Both Nahum and Jonah draw upon Exodus 34:6–7 to comment on the character of God. Jonah is troubled by Yahweh’s compassion (Jonah 4:2), but Nahum is comforted by Yahweh’s justice (1:3). Yahweh now reverses the Assyrian domination originally intended to punish the people of Yahweh. The image of clapping hands is an act of derision (Job 27:21–23; 34:37; Lam 2:15; Ezek 25:6). Those who hear about the destruction of Nineveh rejoice that Yahweh has made an end of that great city. Nahum 3.19, 92

Habakkuk

Habakkuk is a unique book among the prophets as it contains 2 dialogues with God about His justice and a prayer of Habakkuk acknowledging God's ability bring justice to this world. Habakkuk complains to God about His apparent lack of commitment to covenant justice in allowing the evil of Jehioakim's reign. God surprisingly announces that God will judge the whole region through Babylon which concerns Habakkuk even more. God assures him that covenant justice will come but judgment must come before salvation.

The worshiper of Yahweh must wait in faithfulness for the time Yahweh has appointed for the judgment of the wicked and the deliverance of the righteous. This appointed time may not come as rapidly as the righteous would prefer, and the righteous may suffer in the interim, but Yahweh is to be trusted since deliverance is sure.  Habakkuk, 109

In the first dialogue God's lack of judgment on Israel is questioned, but in the second God's means of judgment is questioned. How can God use evil idolaters to judge his people? Habakkuk is concerned that Marduk will be glorified rather than YHWH. God reassures Him that God will insure that He receives the glory due to him. Habakkuk's role is to actively wait, by actively keeping the covenant, through the judgment for God's salvation.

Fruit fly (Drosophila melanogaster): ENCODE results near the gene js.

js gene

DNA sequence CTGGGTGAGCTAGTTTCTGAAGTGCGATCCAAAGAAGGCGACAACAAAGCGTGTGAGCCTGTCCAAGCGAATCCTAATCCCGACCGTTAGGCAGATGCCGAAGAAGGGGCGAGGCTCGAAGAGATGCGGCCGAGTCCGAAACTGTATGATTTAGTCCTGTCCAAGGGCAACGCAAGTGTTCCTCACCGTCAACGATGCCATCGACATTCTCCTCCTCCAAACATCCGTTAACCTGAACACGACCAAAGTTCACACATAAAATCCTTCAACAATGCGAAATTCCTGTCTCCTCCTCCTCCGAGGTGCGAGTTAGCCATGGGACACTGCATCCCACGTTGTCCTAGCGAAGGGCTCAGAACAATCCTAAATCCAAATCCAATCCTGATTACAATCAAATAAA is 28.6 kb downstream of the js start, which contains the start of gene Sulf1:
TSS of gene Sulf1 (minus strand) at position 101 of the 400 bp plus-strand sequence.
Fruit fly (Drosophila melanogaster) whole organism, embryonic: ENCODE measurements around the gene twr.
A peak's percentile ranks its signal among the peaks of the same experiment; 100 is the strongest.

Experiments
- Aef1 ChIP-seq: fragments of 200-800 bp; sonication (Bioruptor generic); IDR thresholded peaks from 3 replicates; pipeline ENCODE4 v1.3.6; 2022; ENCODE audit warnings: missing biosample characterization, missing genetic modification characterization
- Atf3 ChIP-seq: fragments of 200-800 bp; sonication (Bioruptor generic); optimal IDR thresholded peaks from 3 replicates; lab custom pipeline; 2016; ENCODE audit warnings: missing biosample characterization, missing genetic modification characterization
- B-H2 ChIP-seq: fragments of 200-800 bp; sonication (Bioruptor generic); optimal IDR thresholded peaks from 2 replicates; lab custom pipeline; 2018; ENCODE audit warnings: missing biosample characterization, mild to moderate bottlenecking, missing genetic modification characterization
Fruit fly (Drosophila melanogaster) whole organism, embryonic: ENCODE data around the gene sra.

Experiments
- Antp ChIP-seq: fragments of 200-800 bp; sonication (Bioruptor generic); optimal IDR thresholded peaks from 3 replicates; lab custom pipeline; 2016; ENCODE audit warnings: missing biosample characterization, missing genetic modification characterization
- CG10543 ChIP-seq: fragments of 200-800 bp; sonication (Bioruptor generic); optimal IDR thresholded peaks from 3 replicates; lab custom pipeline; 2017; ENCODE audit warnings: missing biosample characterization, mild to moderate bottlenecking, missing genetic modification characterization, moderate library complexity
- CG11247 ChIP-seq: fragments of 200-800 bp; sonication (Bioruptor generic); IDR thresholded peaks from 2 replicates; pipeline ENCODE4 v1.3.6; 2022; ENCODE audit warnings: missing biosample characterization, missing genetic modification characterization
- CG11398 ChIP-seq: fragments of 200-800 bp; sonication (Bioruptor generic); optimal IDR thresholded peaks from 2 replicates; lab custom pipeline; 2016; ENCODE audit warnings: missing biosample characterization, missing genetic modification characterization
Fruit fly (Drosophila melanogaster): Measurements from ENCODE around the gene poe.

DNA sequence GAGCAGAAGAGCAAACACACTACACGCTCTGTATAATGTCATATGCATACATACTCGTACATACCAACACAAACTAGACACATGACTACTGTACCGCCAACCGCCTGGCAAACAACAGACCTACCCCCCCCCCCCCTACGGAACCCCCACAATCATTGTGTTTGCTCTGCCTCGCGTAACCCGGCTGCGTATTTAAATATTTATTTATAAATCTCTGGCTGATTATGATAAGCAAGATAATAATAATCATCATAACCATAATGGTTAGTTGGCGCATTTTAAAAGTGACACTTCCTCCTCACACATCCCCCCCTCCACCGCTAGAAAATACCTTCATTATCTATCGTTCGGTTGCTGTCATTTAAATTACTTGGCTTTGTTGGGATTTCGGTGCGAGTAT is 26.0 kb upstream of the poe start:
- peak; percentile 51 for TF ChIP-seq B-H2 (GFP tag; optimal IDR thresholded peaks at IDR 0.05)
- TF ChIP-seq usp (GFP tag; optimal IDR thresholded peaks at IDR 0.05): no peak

But the righteous will live by his faith. The noun “righteous” (צַדִּיק, ṣaddîq) refers to one who conforms to an ethical standard (Gen 6:9; 15:6; Ezek 3:21); accordingly, the “righteous” is one who serves Yahweh (Mal 3:18), obeys the commands of Yahweh (Deut 6:25; Ps 1:1–6; Ezek 18:9; Hos 14:9), remembers the covenant with Yahweh (Isa 51:1–8), cares for the poor and needy (Job 29:12–15; Ps 37:21; Prov 29:7), and lives according to the spirit of Yahweh (Isa 32:15–17; Ezek 36:25–27. Habakkuk 2.4, 144

The glory of Yahweh entails the reality of Yahweh’s presence and the manifestation of Yahweh’s character (Exod 29:43; 40:34–35; 1 Kgs 8:11; 2 Chr 5:14; 7:1–3; Ezek 11:23; 43:4–5). Therefore, the entire earth will acknowledge the reputation for greatness that belongs to Yahweh (Hab 3:3). That the knowledge of Yahweh’s glory fills the earth counters the Babylonian claim that Marduk, the god of their city, rules over creation. The phrase as the waters cover the sea amplifies both the certainty and the extent of this display. Habakkuk 2.14, 150

The close of chapter 2 contains several key contrasts with the opening of the chapter. Whereas verse 1 portrays the prophet at his post upon a rampart waiting, verse 20 depicts Yahweh in the heavenly temple poised to enact justice (Ps 11:4–7). In 2:1, the prophet prepares himself to give answer to Yahweh when Yahweh responds to his concerns and complaints. However, in 2:20, all the earth remains silent; the time for questions or rebuttals has ended.

Habakkuk closes with a prayer in which he pictures God as the Divine Warrior at Sinai giving the covenant and driving out Israel's enemies, and in battle with the forces of chaos bring his order and beauty as he defeats the forces of evil. Habakkuk resolves to continue trusting God as he experiences the devastation of Jerusalem's judgment, knowing that God will keep his promises and set things right when the times comes.

The vision for the “appointed time” then anticipates the “day of calamity.” The confidence displayed in anticipation of the day of calamity corresponds to the assurance that the vision will certainly come in 2:3 and to the declaration in 2:4 that the righteous will live by faithfulness. Habakkuk 3.16, 167